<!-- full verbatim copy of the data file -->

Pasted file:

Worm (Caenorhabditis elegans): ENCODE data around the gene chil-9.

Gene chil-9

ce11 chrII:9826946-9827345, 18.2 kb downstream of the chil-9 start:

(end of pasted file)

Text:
Worm (Caenorhabditis elegans): ENCODE data around the gene chil-9.

Gene chil-9

ce11 chrII:9826946-9827345, 18.2 kb downstream of the chil-9 start: